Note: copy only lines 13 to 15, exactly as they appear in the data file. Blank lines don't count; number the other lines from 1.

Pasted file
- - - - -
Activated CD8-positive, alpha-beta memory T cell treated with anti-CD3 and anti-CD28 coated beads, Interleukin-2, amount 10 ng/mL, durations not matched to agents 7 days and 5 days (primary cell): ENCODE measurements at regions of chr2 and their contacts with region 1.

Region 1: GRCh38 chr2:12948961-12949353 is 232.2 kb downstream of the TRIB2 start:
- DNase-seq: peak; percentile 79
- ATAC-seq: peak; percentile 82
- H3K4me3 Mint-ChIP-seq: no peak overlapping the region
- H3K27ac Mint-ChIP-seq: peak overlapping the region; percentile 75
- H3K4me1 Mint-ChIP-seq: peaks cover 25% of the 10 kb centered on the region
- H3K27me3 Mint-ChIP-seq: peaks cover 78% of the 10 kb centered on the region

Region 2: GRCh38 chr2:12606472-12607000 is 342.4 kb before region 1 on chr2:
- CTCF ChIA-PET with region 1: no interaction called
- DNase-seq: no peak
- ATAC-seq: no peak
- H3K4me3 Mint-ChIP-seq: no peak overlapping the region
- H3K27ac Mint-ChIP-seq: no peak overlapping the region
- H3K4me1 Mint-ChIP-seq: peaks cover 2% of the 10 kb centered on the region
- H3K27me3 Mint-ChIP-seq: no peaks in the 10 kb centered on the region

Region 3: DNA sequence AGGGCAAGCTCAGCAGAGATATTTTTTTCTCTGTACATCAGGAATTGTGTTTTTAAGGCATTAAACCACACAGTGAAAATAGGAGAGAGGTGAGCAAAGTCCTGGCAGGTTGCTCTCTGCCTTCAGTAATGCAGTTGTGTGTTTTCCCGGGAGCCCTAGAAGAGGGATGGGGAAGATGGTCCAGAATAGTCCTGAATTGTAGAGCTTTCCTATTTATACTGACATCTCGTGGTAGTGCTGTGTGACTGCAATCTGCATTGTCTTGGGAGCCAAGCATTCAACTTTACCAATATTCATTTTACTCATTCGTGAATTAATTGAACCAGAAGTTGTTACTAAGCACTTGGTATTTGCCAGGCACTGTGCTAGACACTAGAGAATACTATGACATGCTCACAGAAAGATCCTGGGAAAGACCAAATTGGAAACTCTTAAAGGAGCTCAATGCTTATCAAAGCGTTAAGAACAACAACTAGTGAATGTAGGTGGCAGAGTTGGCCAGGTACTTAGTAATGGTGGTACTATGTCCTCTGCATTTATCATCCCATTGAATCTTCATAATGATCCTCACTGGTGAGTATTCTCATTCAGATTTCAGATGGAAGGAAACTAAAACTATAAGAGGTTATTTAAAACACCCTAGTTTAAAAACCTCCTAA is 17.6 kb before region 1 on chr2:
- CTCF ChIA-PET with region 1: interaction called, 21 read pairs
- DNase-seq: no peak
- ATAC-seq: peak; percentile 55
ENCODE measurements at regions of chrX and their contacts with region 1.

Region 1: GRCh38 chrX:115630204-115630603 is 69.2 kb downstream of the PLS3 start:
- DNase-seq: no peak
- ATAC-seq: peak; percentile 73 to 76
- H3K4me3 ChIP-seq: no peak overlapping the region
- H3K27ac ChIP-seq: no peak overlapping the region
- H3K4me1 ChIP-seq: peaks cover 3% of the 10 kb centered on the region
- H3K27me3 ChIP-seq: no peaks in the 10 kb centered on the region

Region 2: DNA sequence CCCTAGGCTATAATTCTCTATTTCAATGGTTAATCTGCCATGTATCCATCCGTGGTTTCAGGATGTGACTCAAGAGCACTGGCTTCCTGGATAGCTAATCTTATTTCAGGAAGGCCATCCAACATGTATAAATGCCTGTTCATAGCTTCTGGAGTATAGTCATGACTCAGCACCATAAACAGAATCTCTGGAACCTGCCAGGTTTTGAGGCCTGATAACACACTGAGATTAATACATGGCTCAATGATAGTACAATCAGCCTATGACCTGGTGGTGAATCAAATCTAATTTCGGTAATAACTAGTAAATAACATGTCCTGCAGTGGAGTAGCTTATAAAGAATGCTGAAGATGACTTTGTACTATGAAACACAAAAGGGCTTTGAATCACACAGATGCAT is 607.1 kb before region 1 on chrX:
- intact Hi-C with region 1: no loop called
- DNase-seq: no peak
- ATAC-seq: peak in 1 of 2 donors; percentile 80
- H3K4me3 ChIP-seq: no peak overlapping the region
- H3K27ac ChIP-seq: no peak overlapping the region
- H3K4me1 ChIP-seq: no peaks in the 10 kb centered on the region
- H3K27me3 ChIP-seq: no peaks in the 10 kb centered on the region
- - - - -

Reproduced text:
- H3K4me3 Mint-ChIP-seq: no peak overlapping the region
- H3K27ac Mint-ChIP-seq: no peak overlapping the region
- H3K4me1 Mint-ChIP-seq: peaks cover 2% of the 10 kb centered on the region